PLEASE click on the works of art to ENLARGE or ENHANCE them.
A STAR IS BORN
A SUNDAY AFTERNOON ON THE ISLAND OF LA GRANDE JATTE
AND ITS CAST OF CHARACTERS, PART III
In part III* of A Sunday Afternoon on the Island of La Grande Jatte, i’ll be focusing on the promeneuse—the tall, statuesque lady, standing with her escort in the foreground on our right. I’ve realized that she merits her own blog, not only because of her lead role among the other 47 cast members, but because of her evolution throughout the approximately 2 year period leading up to the masterpiece’s exhibiting in 1886.
For Seurat has left at least 4 studies of his star (3 oil panels and a drawing), allowing us access to the inner workings of an artist’s creative mind, For instance, did he always plan to feature her so prominently? Was she originally meant to be a supporting or even minor player?
(*See: Monday, Part 1 and Wednesday, Part II.)
JUST PART OF THE SCENERY
Do you recognize her in this impressionistic oil sketch Woman with a Parasol done in 1884? Here she’s an unimposing figure, almost merging into the background. The colors of her costume may be varied, ranging from blue to violet to red, yet the overall effect is a patchwork of heavy brushstrokes.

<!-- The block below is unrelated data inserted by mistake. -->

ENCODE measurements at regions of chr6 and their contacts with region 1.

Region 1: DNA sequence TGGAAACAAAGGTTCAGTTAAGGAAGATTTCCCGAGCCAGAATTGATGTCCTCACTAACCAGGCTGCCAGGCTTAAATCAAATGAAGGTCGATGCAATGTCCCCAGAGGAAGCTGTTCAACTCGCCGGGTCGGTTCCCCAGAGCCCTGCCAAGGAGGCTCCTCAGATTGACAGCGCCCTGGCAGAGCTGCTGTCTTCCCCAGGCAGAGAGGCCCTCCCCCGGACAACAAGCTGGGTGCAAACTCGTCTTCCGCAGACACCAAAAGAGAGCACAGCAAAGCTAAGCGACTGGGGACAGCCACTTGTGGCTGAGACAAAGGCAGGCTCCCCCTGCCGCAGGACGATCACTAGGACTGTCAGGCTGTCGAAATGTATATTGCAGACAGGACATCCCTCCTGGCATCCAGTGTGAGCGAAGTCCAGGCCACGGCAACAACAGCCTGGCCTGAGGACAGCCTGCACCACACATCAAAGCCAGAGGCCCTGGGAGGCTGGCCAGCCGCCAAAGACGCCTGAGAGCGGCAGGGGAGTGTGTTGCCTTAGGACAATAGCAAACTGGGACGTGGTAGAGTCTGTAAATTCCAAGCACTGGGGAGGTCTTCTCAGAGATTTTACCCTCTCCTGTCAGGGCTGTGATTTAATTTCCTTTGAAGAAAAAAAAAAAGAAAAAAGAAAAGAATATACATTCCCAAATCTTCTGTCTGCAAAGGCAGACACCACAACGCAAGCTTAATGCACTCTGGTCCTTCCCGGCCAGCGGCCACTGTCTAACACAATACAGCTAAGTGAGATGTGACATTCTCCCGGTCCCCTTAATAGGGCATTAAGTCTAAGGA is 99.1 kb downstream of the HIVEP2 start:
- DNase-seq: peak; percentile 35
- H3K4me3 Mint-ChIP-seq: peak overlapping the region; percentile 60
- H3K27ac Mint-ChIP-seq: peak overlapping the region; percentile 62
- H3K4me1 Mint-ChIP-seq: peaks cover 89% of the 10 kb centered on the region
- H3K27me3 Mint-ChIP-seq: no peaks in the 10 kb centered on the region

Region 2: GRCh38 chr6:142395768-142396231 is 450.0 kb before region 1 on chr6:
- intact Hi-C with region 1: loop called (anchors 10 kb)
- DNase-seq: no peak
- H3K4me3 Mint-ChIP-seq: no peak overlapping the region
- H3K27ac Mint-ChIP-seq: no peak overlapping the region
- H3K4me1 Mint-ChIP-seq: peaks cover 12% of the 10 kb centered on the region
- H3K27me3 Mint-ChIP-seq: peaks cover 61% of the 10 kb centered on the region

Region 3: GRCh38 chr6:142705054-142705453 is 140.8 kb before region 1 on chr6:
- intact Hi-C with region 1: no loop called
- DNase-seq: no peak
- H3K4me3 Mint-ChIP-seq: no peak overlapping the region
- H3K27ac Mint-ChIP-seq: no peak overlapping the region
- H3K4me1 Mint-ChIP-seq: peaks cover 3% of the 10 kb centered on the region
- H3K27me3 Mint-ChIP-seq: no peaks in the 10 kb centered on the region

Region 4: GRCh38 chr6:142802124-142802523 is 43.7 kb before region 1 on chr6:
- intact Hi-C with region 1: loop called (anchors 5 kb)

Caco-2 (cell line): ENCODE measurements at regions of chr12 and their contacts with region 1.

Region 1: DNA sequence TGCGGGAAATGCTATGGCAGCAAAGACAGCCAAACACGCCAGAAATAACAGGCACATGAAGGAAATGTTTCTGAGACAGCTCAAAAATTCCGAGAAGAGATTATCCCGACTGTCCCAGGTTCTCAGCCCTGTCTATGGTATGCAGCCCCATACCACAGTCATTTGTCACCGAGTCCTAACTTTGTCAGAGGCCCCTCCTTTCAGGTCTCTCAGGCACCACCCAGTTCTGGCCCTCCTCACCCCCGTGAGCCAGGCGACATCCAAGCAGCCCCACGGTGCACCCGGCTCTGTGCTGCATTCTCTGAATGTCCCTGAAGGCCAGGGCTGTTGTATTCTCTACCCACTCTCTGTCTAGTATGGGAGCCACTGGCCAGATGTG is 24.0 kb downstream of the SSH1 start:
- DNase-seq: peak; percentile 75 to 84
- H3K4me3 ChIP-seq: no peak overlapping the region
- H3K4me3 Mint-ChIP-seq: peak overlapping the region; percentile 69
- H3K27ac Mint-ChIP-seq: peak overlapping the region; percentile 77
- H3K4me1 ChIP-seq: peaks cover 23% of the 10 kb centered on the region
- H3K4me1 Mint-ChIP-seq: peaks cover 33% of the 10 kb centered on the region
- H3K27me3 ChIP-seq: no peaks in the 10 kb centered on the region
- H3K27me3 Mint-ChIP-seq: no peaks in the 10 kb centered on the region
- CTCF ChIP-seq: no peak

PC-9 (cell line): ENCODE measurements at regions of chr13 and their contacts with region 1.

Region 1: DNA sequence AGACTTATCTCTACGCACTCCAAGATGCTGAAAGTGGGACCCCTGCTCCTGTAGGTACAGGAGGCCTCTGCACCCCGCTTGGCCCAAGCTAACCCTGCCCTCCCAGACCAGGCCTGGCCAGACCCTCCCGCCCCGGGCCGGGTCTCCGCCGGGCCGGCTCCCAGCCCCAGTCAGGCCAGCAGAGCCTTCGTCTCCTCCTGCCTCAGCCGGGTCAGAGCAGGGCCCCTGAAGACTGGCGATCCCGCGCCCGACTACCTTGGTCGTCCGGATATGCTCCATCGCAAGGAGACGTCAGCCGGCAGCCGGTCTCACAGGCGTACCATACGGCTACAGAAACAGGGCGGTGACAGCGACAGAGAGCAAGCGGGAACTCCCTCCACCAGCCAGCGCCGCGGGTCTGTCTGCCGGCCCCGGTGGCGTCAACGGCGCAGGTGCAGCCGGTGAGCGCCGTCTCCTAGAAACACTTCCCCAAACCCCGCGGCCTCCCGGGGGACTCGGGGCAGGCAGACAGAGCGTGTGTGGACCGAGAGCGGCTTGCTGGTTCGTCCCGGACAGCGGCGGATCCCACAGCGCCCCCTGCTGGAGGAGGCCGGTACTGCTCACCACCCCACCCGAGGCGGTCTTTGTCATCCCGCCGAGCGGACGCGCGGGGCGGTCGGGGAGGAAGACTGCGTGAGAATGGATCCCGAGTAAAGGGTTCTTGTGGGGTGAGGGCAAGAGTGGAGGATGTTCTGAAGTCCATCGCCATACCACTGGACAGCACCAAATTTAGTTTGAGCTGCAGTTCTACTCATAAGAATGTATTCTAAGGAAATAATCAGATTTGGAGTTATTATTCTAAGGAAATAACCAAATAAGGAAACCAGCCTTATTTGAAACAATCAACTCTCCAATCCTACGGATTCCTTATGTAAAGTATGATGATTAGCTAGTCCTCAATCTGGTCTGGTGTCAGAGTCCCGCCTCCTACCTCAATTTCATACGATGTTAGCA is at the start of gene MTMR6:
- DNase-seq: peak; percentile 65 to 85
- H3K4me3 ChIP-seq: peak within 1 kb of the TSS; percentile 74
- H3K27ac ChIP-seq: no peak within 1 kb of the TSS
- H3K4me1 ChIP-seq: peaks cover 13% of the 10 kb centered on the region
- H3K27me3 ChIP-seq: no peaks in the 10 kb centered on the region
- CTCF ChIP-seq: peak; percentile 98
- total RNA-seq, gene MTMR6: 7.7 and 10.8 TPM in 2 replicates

AN EXOTIC ELEGANCE
Seurat reportedly observed a woman strolling with her pet monkey during one of his painting campaigns on the Island of La Grande Jatte. Was that the moment when he decided on his prima donna? Woman with a Monkey, although categorized as a study, is a work of art itself, reminiscent of a stained glass window. The rich black and purple shades especially resonate, forming the basis for the fashionable apparel (plus noticeable bustle) of the promeneuse in the final work. Do you notice other similarites such as the stylish hat and the setting of the trees?
Seurat was probably concentrating on his color scheme in The Couple, concerned about the relationship of the primary and complementary tones. For although the gentleman companion has now joined the promeneuse, he is a barely discernible silhouette.
THE DISAPPEARING MONKEY
Whatever happened to the promeneuse’s simian friend, who is missing from the previous study as well? Instead Seurat is concerned solely with his human models, using the medium of the conte crayon to help him capture their distinctive stance.
A TRIP TO THE ZOO
Seurat also did practice drawing the monkey whether alone or with his caged sisters and brothers at the zoo. Later he chose to exaggerate the tail for artistic reasons.
Everyone is in their proper position, though, in the finale.
Is the face of the promeneuse a welcome surprise? Perhaps Seurat revealed her features in another undisclosed sketch. Or did he prefer to wait, more preoccupied with her dress and bearing in the earlier stages?
Yet, does she remain illusive? Silently staring directly ahead, unaware of her 21st century fans?
The resources for part III can be found on my Monday, November 10th blog.
The above images are used solely for educational purposes.